We’ve all heard about the elevator pitch: a short summary that sells a product or service in the time it takes to ride an elevator (thirty seconds to two minutes at the most). Living in an era where cell phones, tablets and laptops have taken the need for instant gratification to a whole new level, I’d say the elevator pitch is dead. If you can’t sell someone on your project in two to three sentences (i.e. thirty seconds or less), chances are you’ll lose him or her to a beeping phone.
I’m sure you’ve experienced it: you start telling someone about your project and notice that although he smiles and nods, his eyes are starting to glaze over and his mind is drifting (probably to the three e-mails he received since you started talking). You lost him for one simple reason: your pitch sucks.
To formulate a pitch that works, follow these steps:
Take time to write your pitch. You’d be amazed how many people will gloss over the marketing aspect of a creative project. We spend weeks, months even years toiling over a project, agonizing over every single word we write, and yet when it comes to selling it, we give a shaky synopsis off the top of our heads. Spend time boiling down what your book is about. Get to the heart of it. Find a way to express it in three sentences or less. Trust me, you can do it.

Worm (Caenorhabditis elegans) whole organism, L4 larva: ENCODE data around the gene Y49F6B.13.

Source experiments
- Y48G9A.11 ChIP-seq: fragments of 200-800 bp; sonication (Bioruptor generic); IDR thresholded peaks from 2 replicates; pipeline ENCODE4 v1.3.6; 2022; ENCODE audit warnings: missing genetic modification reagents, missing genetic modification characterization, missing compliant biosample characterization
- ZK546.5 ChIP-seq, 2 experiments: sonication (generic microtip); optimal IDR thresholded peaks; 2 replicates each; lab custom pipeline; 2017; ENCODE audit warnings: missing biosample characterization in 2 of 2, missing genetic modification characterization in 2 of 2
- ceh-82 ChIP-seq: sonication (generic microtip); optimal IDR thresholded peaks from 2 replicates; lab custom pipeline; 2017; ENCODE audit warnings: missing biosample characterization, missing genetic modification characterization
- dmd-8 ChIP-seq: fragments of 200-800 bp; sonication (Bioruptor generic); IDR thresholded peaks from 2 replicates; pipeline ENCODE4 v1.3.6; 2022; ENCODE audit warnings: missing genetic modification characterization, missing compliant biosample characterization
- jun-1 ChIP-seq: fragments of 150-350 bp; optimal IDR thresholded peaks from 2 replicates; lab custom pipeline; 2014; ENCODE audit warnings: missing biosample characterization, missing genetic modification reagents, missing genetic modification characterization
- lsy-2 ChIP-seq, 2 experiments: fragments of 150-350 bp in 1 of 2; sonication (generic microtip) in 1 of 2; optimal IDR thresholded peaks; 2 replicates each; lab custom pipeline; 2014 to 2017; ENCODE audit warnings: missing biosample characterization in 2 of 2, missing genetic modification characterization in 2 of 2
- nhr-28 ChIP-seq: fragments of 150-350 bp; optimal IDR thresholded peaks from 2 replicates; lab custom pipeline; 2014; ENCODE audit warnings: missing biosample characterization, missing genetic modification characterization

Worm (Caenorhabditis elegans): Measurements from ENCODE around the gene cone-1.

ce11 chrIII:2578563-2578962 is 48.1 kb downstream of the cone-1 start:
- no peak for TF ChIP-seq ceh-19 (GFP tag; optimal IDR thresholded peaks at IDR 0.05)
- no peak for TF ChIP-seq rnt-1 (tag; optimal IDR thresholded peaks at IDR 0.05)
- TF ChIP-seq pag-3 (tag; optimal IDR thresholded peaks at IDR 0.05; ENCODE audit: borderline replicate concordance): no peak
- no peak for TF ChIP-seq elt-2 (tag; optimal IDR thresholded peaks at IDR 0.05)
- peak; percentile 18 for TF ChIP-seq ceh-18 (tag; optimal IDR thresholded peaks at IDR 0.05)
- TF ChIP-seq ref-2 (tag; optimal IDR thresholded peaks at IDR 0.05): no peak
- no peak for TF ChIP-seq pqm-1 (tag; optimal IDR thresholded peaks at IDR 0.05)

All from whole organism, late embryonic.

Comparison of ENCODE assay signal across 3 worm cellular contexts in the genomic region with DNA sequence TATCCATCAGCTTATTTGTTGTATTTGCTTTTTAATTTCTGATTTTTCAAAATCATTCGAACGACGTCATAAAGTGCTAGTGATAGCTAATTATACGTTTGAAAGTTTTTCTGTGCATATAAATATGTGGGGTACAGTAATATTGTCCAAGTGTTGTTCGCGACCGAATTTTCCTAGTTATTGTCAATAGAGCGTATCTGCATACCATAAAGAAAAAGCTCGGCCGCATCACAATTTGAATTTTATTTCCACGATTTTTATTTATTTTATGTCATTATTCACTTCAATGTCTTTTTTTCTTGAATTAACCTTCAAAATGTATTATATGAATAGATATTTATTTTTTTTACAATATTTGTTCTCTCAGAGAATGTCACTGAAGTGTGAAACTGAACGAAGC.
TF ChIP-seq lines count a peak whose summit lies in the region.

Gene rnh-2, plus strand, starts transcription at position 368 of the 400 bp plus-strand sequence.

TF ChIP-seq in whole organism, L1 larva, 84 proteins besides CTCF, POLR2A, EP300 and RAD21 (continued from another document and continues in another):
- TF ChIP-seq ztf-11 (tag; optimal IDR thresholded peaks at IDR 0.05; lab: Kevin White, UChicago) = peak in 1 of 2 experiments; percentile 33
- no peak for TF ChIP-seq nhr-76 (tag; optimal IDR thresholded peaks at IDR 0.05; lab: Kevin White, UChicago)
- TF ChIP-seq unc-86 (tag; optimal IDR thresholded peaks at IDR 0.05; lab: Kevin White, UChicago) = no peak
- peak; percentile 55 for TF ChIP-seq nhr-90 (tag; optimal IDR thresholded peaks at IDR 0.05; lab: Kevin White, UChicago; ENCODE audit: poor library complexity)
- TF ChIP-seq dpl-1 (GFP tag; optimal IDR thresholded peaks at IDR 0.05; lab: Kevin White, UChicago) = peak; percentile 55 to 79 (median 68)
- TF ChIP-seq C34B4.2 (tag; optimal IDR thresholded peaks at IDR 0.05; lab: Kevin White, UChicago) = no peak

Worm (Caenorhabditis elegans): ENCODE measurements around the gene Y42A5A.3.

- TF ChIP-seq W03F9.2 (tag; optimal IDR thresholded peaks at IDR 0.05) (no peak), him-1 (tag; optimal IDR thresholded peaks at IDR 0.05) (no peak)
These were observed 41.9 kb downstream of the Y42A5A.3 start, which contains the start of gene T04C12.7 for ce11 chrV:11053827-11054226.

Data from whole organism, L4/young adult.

Once you’ve come up with your pitch, practice saying it out loud. Say it to the mirror, say it to your spouse, say it to your dog. Get comfortable with the words. Say it so many times that you could give your pitch in your sleep. Work on your intonation, the flow of your words, your tone. The more comfortable you are with delivering your pitch, the better.
You have your pitch nailed. You’re calm and confident. Now its time to work your magic. When you give our pitch, speak slowly and clearly. Enunciate. Make eye contact with your audience, whether it be one person or a group of people. Pick up on their cues. If you’re losing them, amp up your energy. Keep them on track. You have something to say and they better listen.
Why did you give your pitch to this person in the first place? Is he connected to an agent, a publisher, someone who might write a review? Is he or she someone who might be interested in buying your book? At the end of your pitch, make sure to close. If you want him or her to make an introduction, ask for it. Give out your business card, phone number or website information.
In the end, we can never forget Alec Baldwin’s cardinal rule from Glengarry Glen Ross: ABC – Always Be Closing. Master your pitch and you’ll be one step closer to closing a deal.